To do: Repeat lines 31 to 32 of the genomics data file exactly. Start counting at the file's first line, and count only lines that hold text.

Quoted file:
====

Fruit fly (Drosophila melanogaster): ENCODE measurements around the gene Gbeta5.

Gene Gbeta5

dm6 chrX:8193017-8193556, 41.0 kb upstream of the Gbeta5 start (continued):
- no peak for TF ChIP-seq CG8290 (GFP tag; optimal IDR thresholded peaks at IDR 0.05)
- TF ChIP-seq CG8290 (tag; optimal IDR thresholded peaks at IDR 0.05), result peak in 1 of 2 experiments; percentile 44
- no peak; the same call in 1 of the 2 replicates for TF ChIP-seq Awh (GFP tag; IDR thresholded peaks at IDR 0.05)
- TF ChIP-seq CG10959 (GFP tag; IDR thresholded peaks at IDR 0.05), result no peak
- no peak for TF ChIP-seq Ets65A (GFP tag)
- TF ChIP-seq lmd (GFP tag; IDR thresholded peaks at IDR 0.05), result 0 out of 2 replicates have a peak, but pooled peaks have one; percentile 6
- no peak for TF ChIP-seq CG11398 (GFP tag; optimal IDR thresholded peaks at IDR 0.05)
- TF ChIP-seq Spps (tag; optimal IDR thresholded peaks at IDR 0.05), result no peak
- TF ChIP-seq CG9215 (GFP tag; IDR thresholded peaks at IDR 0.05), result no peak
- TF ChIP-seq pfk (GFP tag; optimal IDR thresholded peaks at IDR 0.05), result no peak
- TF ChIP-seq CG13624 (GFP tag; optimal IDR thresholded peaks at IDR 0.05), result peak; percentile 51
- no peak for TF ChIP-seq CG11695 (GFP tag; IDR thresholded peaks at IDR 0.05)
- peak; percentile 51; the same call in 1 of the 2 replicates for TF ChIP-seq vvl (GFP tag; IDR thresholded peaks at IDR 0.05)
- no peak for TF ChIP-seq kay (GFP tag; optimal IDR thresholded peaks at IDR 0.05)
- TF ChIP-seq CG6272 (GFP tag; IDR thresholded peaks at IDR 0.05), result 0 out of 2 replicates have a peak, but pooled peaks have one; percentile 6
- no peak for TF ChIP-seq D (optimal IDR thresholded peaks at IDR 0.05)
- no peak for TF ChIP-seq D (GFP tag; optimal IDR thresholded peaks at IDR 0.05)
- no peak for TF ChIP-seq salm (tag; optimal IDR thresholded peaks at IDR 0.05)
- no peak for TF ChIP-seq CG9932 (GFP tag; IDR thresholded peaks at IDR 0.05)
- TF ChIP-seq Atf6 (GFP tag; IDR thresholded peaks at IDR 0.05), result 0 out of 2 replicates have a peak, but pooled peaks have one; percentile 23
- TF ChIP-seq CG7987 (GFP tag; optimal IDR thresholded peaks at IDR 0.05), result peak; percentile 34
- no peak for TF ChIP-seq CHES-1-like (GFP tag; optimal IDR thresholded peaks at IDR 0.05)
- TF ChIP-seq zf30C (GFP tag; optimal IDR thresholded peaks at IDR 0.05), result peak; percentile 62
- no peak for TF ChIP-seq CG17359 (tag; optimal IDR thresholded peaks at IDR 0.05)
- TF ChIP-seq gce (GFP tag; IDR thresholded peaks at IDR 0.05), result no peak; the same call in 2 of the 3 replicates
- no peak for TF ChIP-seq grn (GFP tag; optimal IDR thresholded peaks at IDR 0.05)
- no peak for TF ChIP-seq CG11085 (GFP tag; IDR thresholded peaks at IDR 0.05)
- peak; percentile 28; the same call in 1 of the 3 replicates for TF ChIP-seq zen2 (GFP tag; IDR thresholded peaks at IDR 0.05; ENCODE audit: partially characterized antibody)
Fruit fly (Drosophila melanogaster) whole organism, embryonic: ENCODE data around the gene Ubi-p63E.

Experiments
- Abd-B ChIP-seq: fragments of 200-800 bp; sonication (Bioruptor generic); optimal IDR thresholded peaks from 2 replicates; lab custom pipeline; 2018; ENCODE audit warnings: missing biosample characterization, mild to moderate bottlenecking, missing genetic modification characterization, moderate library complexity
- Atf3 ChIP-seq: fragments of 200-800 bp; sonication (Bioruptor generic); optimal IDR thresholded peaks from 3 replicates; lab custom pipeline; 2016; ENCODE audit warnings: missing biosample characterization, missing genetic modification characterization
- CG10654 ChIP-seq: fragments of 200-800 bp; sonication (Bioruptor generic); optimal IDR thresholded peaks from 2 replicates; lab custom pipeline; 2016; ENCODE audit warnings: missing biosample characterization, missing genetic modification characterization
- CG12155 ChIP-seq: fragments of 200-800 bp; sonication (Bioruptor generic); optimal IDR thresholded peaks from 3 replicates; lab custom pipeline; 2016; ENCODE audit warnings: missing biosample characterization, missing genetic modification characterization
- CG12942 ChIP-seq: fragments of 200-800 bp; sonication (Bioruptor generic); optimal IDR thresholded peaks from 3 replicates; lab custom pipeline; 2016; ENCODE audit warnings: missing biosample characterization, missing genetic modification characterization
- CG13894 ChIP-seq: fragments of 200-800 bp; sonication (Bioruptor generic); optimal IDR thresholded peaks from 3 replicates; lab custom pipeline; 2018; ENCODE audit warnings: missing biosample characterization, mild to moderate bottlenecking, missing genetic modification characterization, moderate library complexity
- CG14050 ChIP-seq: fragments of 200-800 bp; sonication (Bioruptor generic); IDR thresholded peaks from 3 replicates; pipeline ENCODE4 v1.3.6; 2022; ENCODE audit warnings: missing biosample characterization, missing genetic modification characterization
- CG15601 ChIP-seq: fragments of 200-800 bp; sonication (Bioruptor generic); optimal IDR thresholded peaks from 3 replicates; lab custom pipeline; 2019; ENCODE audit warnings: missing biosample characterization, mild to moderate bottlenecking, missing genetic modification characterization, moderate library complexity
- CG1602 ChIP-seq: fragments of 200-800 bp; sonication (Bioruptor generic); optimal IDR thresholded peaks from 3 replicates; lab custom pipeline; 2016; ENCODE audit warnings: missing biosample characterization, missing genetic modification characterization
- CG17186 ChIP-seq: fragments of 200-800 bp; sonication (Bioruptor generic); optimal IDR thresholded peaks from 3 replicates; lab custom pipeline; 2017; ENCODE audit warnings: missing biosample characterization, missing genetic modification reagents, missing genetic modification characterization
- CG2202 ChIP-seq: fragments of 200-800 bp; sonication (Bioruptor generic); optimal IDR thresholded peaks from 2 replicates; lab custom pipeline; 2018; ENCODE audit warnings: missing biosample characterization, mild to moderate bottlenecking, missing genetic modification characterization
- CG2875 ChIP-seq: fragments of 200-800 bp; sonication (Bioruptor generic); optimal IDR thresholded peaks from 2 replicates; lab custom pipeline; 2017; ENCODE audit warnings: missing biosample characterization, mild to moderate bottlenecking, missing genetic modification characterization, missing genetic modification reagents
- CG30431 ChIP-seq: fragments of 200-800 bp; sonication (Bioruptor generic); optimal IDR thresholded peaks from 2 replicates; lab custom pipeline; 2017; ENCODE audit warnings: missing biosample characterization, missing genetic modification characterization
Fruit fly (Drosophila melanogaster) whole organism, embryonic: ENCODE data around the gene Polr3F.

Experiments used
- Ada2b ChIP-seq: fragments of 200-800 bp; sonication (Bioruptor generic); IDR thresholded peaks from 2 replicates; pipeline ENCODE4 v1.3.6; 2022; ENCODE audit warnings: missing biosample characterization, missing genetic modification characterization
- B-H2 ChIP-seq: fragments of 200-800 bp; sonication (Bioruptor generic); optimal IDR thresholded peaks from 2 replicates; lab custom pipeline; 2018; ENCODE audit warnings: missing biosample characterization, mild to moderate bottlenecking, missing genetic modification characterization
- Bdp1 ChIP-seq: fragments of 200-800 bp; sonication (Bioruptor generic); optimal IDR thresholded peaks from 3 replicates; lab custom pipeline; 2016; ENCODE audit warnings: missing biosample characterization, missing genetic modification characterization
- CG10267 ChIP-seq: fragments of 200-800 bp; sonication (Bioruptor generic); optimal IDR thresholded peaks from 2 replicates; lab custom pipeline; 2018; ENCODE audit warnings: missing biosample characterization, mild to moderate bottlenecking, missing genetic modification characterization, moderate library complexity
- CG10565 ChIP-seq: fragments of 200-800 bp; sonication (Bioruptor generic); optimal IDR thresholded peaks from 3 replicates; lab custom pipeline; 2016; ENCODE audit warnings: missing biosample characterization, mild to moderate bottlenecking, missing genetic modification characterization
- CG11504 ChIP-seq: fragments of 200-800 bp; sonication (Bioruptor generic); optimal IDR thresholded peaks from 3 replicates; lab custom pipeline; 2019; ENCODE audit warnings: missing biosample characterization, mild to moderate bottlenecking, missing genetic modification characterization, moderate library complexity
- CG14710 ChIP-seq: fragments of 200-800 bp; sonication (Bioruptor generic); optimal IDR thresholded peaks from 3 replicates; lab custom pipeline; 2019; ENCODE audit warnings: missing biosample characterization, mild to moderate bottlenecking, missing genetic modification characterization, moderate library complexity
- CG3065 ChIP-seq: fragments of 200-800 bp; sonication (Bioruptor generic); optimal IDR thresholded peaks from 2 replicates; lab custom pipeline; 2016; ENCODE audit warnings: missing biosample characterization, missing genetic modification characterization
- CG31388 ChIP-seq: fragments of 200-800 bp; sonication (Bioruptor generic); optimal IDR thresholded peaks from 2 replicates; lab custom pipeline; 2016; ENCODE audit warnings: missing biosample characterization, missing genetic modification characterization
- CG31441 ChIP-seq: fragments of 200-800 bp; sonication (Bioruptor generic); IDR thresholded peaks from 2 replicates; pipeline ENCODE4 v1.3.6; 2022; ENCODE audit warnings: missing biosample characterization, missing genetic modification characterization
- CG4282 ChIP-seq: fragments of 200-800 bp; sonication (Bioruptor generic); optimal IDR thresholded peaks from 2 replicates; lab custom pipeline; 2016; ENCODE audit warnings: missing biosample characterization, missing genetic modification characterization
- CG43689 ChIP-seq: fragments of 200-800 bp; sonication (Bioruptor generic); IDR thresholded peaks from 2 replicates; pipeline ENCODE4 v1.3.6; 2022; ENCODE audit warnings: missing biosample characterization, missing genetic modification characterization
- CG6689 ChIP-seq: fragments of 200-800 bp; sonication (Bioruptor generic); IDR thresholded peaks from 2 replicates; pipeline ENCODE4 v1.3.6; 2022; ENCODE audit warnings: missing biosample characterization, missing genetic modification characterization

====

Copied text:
- peak; percentile 28; the same call in 1 of the 3 replicates for TF ChIP-seq zen2 (GFP tag; IDR thresholded peaks at IDR 0.05; ENCODE audit: partially characterized antibody)
Fruit fly (Drosophila melanogaster) whole organism, embryonic: ENCODE data around the gene Ubi-p63E.